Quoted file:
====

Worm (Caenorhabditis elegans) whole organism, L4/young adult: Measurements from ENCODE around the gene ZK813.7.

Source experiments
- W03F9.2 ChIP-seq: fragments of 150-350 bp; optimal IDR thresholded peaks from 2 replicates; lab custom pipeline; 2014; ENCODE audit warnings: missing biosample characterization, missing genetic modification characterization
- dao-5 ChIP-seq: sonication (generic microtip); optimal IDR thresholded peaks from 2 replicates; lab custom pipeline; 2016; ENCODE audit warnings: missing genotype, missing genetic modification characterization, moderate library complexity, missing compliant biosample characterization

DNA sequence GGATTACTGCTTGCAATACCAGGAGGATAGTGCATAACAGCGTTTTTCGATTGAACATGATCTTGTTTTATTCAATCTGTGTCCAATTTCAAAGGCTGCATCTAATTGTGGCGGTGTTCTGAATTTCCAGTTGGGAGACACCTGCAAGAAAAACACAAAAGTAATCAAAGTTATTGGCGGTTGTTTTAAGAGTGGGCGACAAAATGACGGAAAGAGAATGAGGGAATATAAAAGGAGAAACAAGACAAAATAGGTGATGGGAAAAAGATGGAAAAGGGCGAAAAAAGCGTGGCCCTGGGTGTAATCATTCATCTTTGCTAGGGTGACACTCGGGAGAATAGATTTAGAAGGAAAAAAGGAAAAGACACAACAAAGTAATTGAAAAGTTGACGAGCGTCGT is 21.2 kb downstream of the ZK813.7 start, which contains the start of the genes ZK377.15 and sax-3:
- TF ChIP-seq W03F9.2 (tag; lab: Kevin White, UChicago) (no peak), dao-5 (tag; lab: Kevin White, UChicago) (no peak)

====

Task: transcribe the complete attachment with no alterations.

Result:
Worm (Caenorhabditis elegans) whole organism, L4/young adult: Measurements from ENCODE around the gene ZK813.7.

Source experiments
- W03F9.2 ChIP-seq: fragments of 150-350 bp; optimal IDR thresholded peaks from 2 replicates; lab custom pipeline; 2014; ENCODE audit warnings: missing biosample characterization, missing genetic modification characterization
- dao-5 ChIP-seq: sonication (generic microtip); optimal IDR thresholded peaks from 2 replicates; lab custom pipeline; 2016; ENCODE audit warnings: missing genotype, missing genetic modification characterization, moderate library complexity, missing compliant biosample characterization

DNA sequence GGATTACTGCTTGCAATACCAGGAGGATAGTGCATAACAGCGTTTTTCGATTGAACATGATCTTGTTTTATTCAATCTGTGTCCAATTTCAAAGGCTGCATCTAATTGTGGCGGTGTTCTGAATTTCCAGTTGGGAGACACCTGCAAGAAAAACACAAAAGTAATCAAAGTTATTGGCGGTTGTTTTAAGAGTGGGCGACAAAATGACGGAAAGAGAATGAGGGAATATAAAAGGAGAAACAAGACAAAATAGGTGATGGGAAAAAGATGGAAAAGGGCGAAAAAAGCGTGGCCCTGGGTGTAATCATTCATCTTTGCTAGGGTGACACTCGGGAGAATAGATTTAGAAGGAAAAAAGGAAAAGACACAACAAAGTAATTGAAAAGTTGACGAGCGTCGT is 21.2 kb downstream of the ZK813.7 start, which contains the start of the genes ZK377.15 and sax-3:
- TF ChIP-seq W03F9.2 (tag; lab: Kevin White, UChicago) (no peak), dao-5 (tag; lab: Kevin White, UChicago) (no peak)